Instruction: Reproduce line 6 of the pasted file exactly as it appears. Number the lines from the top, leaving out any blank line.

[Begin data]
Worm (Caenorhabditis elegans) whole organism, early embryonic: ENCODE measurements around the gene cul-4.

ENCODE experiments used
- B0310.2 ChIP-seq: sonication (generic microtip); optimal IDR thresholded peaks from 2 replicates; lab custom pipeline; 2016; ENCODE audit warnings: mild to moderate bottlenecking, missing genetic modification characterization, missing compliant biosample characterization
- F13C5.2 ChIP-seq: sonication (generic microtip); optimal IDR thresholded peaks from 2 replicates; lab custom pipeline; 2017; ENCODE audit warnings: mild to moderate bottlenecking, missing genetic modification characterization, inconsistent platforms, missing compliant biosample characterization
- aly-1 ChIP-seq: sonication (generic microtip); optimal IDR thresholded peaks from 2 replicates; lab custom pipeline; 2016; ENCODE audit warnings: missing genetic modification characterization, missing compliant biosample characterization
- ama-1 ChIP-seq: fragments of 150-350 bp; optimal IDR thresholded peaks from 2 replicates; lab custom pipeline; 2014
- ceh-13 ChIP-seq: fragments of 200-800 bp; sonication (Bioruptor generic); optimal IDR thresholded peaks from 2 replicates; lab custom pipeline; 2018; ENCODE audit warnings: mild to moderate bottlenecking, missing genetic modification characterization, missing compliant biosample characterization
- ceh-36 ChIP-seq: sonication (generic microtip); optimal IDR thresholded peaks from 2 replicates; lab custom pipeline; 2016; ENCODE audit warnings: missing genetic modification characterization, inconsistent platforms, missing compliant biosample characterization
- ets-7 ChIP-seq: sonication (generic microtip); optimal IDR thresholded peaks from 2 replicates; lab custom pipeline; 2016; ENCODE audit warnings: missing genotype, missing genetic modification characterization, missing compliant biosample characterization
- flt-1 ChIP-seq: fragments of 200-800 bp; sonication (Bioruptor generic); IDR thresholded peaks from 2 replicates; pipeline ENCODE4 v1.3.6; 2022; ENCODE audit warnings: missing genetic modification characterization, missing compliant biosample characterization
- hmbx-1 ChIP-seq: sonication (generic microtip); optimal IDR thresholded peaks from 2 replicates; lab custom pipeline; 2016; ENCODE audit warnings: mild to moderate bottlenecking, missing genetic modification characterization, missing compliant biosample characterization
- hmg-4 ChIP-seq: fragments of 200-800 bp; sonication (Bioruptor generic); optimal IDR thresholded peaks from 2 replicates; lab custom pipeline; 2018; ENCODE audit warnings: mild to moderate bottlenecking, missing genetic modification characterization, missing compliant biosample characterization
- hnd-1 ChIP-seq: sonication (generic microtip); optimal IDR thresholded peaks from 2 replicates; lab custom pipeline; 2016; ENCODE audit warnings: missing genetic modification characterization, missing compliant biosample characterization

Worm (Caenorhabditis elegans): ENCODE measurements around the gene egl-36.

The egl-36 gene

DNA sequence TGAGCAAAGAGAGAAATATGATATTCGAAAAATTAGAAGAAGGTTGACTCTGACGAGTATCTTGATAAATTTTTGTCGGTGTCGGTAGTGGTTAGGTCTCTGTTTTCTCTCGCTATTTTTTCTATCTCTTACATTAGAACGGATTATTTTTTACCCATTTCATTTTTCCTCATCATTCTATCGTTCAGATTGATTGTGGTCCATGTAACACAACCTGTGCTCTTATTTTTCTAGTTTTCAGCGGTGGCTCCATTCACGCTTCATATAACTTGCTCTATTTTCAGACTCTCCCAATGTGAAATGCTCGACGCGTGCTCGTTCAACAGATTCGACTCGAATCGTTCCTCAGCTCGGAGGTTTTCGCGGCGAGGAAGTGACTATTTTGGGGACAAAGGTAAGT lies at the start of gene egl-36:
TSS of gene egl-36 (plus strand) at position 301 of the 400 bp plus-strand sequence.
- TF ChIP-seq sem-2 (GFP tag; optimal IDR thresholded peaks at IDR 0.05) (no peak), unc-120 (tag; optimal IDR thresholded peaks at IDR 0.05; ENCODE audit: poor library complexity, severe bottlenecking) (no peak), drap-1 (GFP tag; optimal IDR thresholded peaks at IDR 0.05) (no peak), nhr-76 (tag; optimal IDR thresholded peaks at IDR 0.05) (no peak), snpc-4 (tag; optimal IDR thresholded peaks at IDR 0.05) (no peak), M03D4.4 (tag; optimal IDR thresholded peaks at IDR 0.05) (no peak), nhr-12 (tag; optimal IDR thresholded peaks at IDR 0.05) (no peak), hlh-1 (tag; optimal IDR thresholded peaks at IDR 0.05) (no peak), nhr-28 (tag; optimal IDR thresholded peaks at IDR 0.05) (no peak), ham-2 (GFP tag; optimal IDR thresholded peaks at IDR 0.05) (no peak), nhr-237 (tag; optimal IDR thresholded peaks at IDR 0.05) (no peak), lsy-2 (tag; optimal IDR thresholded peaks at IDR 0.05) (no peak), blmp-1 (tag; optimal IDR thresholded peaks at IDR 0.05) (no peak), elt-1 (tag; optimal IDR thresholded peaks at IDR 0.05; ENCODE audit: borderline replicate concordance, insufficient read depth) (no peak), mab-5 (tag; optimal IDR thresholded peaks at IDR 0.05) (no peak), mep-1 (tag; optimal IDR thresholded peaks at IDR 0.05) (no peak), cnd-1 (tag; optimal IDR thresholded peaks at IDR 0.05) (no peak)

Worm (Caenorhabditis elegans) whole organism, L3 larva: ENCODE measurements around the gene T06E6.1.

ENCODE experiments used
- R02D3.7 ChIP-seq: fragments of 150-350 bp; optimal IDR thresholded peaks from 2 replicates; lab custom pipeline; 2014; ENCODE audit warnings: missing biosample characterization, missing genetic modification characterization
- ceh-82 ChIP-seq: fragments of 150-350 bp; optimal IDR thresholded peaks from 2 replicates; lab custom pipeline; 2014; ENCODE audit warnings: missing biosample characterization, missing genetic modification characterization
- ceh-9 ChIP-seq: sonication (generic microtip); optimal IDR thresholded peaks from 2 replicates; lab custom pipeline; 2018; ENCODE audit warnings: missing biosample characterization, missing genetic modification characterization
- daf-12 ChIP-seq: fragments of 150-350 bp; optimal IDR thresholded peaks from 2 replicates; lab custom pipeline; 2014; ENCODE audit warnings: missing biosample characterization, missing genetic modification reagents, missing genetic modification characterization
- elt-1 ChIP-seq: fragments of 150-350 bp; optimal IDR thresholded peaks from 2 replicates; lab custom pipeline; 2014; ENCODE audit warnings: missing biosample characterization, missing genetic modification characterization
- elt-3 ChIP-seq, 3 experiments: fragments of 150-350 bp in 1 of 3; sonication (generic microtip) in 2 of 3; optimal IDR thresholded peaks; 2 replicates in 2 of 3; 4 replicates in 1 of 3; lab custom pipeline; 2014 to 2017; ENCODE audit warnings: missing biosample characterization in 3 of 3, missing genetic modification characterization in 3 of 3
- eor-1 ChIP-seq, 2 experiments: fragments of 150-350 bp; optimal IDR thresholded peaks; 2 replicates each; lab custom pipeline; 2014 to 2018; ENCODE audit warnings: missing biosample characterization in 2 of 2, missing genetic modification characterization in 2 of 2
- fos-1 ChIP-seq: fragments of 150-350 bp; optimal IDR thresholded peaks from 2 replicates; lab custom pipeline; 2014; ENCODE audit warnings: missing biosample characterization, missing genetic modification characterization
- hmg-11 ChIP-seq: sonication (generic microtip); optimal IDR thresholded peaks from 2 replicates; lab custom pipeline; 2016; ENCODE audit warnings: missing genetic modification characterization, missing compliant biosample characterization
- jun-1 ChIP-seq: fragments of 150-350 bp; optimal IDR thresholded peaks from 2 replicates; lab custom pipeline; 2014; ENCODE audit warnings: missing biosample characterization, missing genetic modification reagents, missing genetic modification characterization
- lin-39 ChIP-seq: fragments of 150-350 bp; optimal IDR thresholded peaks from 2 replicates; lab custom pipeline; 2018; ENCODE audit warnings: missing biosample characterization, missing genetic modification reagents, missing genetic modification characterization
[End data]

- ama-1 ChIP-seq: fragments of 150-350 bp; optimal IDR thresholded peaks from 2 replicates; lab custom pipeline; 2014